First of all, I am not a technical cook. Every time I make something it’s, a little bit more of this and a little bit less of that. I cook by feeeeeeeeeeeel. I feeeeeeeeeeeel it! When I made my parmesan pumpkin soup for the first time, I had never even heard of putting parmesan in pumpkin soup. I had only eaten pumpkin soup less than once in my whole life! Now, I’ll tell you a secret: If I made a list of my three worst foods, pumpkin would be on it.
Now why would I make a soup with pumpkin in if I don’t appreciate pumpkin. I do it because everyone else in my fam loves pumpkin. But, to my surprise, I loved the soup, too. It’s my best experience with pumpkin ever! My first try was a hit, and yours is about to be a hit, too!
Now for the recipe.
3 cans pure pumpkin—15 ounce
6-8 ounces of grated parmesian cheese
4 cloves of garlic
4 big stalks of celery
8-10 baby carrots
quart of heavy creme
quart of chicken stock
butter- a 1/4 lb. stick or slightly less
salt, pepper, old bay, parsley, etc.
This recipe fills full a 10 quart pot. If you want less, cut down on everything. (DUH) The first thing I do is take a good-sized medium to large onion, about 4 celery stalks, a small handful of baby carrots, four cloves of garlic, and I put them in this awesome chopper I got from Amazon. It chops them to extra fine—almost liquidy. I then heat up a quart of chicken stock/broth and boil the veggies in the stock for a half hour or so.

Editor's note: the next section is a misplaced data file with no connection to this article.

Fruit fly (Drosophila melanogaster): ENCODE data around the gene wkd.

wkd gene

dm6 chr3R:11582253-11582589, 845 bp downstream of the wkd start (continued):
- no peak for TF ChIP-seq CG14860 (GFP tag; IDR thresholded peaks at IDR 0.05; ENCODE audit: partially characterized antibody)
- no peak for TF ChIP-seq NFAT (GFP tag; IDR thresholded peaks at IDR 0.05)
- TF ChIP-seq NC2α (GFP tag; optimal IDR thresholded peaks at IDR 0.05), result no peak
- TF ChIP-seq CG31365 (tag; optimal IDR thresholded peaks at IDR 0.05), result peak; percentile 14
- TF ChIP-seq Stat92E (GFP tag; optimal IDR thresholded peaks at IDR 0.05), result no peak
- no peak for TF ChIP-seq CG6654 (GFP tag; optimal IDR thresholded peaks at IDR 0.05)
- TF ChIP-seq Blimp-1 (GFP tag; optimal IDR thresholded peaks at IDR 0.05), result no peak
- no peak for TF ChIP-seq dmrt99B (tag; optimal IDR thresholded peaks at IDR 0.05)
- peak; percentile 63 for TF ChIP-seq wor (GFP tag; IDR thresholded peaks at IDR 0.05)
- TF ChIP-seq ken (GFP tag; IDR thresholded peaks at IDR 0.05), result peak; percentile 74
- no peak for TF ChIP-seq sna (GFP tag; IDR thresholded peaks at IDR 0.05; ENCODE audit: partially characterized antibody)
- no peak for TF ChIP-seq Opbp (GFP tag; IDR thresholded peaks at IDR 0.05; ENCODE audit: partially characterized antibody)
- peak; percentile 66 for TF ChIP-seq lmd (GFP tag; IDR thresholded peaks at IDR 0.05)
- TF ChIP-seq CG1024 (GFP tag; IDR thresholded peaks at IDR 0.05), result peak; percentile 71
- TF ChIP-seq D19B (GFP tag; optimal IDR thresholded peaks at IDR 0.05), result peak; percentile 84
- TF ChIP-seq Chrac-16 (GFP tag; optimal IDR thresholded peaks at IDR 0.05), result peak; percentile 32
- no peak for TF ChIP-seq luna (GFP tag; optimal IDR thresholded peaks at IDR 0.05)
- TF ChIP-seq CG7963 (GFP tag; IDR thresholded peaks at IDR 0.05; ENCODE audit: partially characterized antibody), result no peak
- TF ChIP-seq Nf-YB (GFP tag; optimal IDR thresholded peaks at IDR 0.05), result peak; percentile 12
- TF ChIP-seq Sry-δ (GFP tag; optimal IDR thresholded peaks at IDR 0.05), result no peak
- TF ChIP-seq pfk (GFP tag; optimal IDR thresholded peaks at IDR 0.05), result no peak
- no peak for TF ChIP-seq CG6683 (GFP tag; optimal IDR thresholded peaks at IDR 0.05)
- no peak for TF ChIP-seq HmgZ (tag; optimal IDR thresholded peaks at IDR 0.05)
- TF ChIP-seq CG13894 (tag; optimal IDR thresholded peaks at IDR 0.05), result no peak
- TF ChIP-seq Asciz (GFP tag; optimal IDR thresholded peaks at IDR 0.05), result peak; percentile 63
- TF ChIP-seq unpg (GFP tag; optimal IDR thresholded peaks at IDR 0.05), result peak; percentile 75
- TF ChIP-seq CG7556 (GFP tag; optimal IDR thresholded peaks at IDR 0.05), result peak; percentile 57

Then I put in two of the three cans of pumpkin and stir it in till it mixes in good, reheat the mix and then put in the butter, the parmesan cheese (you can try some other cheeses if you want, in addition to the parmesan), and then the heavy cream. Of course, don’t let the mix boil after you put in the cream. After it is on the hot side, I put in the third can of pumpkin.
Next I throw in spices—lots of salt, pepper, and other spices according to the way I feel—Old Bay, parsley, curry, and whatever else seems to be good at the time. I taste it as I go. (Wash the spoon between each tasting if you have acute sinusitis.)
The last thing I put in is the pumpkin spice. This is the key. I taste it as I go until I have enough in. You don’t want too much pumpkin spice, but enough.
There you have it—pure love! Honest, my girls raved about it!